Acorn Bank Mill

5 mins read
The Mill and mill race at Acorn Bank, Cumbria
The Mill and mill race at Acorn Bank, Cumbria

Step Back in Time at Acorn Bank Watermill: A Tale of History and Restoration

Tucked away in the serene surroundings of the Acorn Bank estate, the Acorn Bank Watermill stands as a testament to the ingenuity and resilience of past centuries. This historic mill takes you on a journey through time, where each stone and beam whispers tales of yesteryears. This historical marvel is a must-visit for those intrigued by the past and charmed by the rustic beauty of traditional milling.

A Mill Through the Ages

The enigmatic origins of the Acorn Bank Watermill on the banks of Crowdundle Beck are shrouded in centuries of history, dating back to a time before the Doomsday Book of 1086, which catalogued over 6,000 mills but omitted mention of Sourebi (the early name for Temple Sowerby). Despite this absence, the strategic location and subsequent acquisition of the area by Henry II in 1157, followed by its gifting to the Knights Templars by 1185, suggest that a corn mill, fitting the Templars’ standard estate blueprint, likely existed here by the late 12th Century. The first concrete documentation of a mill at Acorn Bank surfaces in 1313, shortly after the dissolution of the Templars and the transfer of their lands to the Crown, pinpointing the mill’s value and its integral role in the estate.

As the sands of time-shifted, the estate, including the mill, saw a change of hands from the Knights Hospitallers to the Dalston family following the dissolution of the monasteries by Henry VIII in 1540. The mill’s narrative weaves through the fabric of English history, with Thomas Bell emerging as a notable miller in records by 1678. The moniker ‘Acornbank’ itself first appeared in the annals of history in 1605, marking the beginning of a new chapter for the mill that would see it flourish, decline, and eventually rise again, encapsulating the enduring spirit and historical tapestry of this remarkable site.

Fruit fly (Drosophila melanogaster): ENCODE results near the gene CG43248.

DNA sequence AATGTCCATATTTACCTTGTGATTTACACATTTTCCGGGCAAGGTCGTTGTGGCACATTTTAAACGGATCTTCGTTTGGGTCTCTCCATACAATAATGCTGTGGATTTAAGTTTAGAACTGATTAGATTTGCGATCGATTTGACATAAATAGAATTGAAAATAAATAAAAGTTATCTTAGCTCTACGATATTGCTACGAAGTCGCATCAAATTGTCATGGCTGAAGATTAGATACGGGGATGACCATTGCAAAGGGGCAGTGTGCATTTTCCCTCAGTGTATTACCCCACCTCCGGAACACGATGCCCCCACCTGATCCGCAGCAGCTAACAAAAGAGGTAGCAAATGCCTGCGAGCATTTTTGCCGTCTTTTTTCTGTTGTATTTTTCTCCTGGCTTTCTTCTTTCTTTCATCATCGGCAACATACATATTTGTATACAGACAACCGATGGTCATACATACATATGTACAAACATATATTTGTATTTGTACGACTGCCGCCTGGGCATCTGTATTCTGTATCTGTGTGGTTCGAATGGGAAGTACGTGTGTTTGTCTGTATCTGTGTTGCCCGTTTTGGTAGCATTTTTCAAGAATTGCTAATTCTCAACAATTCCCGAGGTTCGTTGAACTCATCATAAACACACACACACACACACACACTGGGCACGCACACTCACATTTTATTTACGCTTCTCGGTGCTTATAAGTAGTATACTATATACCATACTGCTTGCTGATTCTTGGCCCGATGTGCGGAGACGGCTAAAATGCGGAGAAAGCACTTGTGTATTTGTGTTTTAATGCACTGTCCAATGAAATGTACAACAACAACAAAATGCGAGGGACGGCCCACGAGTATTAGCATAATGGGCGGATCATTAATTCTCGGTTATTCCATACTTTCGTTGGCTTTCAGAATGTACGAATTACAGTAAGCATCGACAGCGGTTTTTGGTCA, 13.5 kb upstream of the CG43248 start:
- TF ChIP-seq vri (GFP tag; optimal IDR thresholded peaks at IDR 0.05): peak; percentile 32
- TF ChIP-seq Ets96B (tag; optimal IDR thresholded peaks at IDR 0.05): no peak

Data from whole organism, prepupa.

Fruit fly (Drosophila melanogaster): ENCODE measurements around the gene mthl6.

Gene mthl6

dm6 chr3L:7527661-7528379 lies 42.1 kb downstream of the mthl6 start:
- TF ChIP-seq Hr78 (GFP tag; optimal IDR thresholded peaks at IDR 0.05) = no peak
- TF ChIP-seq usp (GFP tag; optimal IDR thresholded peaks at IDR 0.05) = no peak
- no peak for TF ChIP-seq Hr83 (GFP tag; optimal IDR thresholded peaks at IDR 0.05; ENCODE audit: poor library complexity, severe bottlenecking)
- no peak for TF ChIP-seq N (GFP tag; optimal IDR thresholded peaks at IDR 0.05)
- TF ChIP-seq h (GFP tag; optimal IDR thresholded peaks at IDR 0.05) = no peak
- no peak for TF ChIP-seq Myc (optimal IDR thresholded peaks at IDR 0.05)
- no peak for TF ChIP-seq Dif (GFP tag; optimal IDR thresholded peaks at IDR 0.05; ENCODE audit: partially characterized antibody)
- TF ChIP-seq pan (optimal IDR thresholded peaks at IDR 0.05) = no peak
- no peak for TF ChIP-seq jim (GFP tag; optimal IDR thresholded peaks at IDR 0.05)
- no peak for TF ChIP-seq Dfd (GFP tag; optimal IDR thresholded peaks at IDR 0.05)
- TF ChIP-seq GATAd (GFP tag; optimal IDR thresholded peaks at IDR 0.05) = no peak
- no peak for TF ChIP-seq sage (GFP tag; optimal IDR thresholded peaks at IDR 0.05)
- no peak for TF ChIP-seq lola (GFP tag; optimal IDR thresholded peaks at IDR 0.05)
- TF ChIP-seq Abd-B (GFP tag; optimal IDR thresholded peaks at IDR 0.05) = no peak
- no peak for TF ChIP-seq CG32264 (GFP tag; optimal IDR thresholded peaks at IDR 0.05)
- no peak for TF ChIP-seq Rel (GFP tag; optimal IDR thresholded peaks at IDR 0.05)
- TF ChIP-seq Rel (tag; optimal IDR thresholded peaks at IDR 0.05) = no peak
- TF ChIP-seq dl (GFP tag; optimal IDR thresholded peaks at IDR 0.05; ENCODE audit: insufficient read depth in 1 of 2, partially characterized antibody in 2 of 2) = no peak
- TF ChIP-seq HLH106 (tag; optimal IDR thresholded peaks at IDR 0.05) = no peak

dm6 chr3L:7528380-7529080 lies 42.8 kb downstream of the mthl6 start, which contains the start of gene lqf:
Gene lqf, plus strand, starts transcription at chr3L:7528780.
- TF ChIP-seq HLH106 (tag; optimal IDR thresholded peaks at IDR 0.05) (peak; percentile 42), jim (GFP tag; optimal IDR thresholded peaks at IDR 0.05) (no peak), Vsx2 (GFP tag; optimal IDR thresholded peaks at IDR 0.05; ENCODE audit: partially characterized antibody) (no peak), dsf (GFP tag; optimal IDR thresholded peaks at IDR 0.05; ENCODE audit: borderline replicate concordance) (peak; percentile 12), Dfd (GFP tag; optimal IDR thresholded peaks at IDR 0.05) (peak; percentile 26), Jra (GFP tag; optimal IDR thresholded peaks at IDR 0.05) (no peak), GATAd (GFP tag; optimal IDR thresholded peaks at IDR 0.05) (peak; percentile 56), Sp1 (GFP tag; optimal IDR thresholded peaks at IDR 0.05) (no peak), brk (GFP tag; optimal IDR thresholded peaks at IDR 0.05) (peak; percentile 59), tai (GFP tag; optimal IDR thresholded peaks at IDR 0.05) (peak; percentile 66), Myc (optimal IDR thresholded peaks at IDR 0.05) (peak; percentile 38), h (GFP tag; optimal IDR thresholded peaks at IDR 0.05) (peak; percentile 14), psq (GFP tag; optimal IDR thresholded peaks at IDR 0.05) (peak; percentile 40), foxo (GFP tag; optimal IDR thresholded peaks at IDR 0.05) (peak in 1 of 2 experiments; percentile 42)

The Waterwheel mechanism at Acorn Bank, Cumbria – National Trust Images/Andrew Butler

The Mechanical Marvel

At the heart of this piece of history are the mill’s engineering feats, currently showcasing a working waterwheel and millstones that once again grind flour, echoing the productivity of bygone eras. The waterwheel, a remnant of a trio, dances to the tune of Crowdundle Beck’s waters, channelled through a millrace with a history as deep as the mill itself. The kiln awaits its turn for revival, promising more stories to unfold.

A Floury Future

Under the Mills volunteer team’s tender care ,a new era of flour production has begun. The flour, a tangible piece of history, finds its way to the National Trust shop and the tearoom’s delicacies, offering a taste of tradition to every visitor.

Restoration and Reverence

The mill’s restoration is a tale of two phases: one that rebuilt its structure and another that set its heart beating again. The latter, a testament to the volunteers’ dedication, saw the mill turning anew, with ambitions to revive more of its original features.

The Waterwheel in the Water Mill at Acorn Bank, Cumbria – National Trust Images/Andrew Butler

Visit Acorn Bank Mill

As you wander through the Acorn Bank estate, with its culinary and medicinal plant collections, make sure to step into the world of the Acorn Bank Mill.


Acorn Bank Watermill
Acorn Bank Estate, Temple Sowerby
Cumbria, United Kingdom

Discover the rhythm of the past, the harmony of nature, and the grind of tradition at Acorn Bank Watermill. It’s more than a visit; it’s an experience that flourishes with each wheel turn.


To explore more National Trust Properties and landscapes, head to our guide – Journey through National Trust Properties Cumbria.